“Our added winter moisture and active calling period led to a very long nesting and hatching season, starting in late April and extending into early summer, with chicks hatching as late as early July,” O’Dell said. “From a population standpoint, we are out of a deficit for the first time since 2001-2002. Quail are starting to pop up in places they haven’t been seen in a while. 

“If you’ve never had the chance to experience what Arizona quail hunting built its name on, then this would be the year to get out and enjoy it.”      

Meanwhile, hunters should note that the season for Mearns’ quail doesn’t begin until Dec. 4. It’s summer rainfall that plays a key role in nesting success and population numbers of this species. After a spotty and relatively weak monsoon across southern Arizona, these birds are likely to be abundant only in pockets that received sufficient precipitation this summer.       

A valid Arizona hunting or combination hunt and fish license is required for all hunters 10 and older. Those hunters under 10 must either have a valid hunting or combination hunt and fish license, or be accompanied by an adult who possesses a valid hunting or combination hunt and fish license. Licenses can be purchased online or at license dealers statewide. A youth combination hunt and fish license (ages 10 to 17) is $5.

The general bag limit is 15 quail per day in the aggregate, of which no more than eight may be Mearns’ quail (when the Mearns’ season opens Dec. 4). The general possession limit is 45 quail in the aggregate after opening day, of which no more than 15 Gambel’s, scaled or California quail in the aggregate may be taken in any one day. After the opening of the Mearns’ season, the 45-quail possession limit may include 24 Mearns’ quail, of which no more than eight may be taken in any one day.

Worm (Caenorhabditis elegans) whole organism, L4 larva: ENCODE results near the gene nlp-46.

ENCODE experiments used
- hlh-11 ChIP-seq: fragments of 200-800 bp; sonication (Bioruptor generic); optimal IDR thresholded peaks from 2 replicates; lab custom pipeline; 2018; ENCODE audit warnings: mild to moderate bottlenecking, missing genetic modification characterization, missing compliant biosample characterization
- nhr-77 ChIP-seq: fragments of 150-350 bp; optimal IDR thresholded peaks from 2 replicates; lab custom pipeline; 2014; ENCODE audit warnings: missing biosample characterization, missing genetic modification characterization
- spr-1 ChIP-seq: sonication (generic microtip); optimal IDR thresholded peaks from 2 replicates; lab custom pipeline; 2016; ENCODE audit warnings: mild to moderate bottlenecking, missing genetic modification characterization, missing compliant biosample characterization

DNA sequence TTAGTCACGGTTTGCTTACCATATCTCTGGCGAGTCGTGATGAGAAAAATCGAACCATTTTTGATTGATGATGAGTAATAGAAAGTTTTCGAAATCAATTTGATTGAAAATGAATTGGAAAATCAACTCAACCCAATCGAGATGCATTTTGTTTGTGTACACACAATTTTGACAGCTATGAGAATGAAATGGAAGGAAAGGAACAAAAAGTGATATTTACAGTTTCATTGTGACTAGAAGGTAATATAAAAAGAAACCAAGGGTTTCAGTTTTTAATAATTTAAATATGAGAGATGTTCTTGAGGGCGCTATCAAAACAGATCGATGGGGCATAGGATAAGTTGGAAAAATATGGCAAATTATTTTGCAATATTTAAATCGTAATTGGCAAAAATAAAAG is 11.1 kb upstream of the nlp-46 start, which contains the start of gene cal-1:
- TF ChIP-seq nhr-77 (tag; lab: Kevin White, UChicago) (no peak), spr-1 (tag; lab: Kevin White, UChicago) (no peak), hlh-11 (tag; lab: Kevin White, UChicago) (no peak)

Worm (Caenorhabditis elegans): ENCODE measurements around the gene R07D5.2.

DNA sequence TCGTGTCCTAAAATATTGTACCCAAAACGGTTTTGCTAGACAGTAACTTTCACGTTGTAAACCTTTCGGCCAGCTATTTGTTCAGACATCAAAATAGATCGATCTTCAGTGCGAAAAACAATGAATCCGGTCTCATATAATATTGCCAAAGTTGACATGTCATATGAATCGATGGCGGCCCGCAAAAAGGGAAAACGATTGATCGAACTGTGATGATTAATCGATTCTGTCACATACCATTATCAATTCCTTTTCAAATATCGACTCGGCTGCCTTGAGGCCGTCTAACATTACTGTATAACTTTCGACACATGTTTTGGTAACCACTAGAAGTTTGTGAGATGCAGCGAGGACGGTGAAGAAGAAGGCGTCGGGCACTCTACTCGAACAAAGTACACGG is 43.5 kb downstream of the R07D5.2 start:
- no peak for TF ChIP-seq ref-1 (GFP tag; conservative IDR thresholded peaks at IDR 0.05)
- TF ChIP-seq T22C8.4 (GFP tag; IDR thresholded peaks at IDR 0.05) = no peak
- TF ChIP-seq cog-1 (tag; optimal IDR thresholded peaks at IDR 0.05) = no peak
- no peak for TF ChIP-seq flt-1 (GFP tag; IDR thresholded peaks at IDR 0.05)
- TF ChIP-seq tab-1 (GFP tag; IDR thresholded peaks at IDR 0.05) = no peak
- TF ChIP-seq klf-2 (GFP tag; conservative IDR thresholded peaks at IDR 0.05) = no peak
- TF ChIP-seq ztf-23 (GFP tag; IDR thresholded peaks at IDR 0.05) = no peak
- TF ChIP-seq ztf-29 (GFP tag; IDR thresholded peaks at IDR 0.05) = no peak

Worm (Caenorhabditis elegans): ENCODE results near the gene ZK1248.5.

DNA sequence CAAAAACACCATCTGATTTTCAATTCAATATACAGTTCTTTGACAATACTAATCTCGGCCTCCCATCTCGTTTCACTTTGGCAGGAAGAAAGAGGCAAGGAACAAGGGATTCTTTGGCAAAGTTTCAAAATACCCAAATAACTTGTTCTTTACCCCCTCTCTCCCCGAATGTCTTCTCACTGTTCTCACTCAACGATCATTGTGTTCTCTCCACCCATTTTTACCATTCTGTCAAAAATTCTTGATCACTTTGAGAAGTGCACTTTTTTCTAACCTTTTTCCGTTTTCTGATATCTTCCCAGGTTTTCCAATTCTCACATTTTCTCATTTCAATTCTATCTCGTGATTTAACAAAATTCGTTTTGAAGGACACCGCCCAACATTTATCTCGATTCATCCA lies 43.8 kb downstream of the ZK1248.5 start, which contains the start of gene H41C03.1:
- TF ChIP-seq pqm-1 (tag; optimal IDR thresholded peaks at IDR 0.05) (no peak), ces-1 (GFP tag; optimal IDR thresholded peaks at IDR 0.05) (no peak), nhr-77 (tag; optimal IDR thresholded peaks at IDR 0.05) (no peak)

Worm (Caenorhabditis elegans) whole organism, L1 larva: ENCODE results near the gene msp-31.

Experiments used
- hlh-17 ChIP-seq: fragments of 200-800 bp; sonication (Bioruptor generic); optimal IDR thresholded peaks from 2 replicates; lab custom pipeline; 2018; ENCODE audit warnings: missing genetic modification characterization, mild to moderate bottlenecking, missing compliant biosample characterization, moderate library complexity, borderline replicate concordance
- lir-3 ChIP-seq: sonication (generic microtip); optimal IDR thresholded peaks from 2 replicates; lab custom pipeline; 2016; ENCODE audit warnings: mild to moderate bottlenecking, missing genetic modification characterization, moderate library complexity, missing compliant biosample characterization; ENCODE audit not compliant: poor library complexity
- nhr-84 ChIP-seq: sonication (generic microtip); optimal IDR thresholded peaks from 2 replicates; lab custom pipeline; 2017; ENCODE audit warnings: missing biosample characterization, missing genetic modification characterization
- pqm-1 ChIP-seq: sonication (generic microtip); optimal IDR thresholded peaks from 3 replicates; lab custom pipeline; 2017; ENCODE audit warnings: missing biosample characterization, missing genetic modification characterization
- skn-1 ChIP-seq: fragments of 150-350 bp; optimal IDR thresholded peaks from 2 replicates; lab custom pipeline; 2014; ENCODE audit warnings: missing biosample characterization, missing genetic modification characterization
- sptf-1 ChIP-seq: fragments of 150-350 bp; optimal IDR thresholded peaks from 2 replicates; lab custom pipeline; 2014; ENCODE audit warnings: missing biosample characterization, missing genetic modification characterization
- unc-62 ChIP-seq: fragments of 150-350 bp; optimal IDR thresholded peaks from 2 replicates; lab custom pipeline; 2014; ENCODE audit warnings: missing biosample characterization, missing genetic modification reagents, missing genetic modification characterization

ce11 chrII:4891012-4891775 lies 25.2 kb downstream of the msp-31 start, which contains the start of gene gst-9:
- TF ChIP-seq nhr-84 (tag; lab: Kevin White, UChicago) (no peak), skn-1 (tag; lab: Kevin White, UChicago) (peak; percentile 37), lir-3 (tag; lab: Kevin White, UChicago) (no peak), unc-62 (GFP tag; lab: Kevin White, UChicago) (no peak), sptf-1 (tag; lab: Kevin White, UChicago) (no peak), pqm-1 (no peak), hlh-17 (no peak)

More quail-hunting information can be found on the department’s website at https://www.azgfd.com/Hunting/. Another resource for both new and experienced hunters alike is “An Introduction to Hunting Arizona’s Small Game.” Written by Randall D. Babb, the 196-page, full-color book covers where and how to hunt small game birds (like quail), squirrels, rabbits, ducks and geese. It also includes how to prepare and cook your harvest, with illustrations and recipes. The book can be ordered for $16.95 at www.azgfd.gov/publications.

Finally, hunters should check out O’Dell’s techniques for field-dressing quail at https://www.youtube.com/watch?v=3gRwZAcWzzk.   


Publishers Notes: OUT OF STATE HUNTERS, FISHERMEN & OUTDOOR ENTHUSIASTS; Due to the Covid 19 pandemic, there could be limitations for OUT of STATE hunters, fishermen and other outdoor enthusiasts to include a 14-day quarantine requirement or negative COVID-19 testing alternative. Please check with the State's Department of Natural Resources BEFORE you travel or apply for the 2020 Fall Hunts.

Disclaimer:  The views expressed on this site are that of the authors and not necessarily that of TBC Press
North America Sportshows
Pennsylvania 2021 Walleye and Sauger Season Opens May 1st

Submitted by:  TBC Press
Posted on: 04/05/21
The Backcountry Press
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News # 14304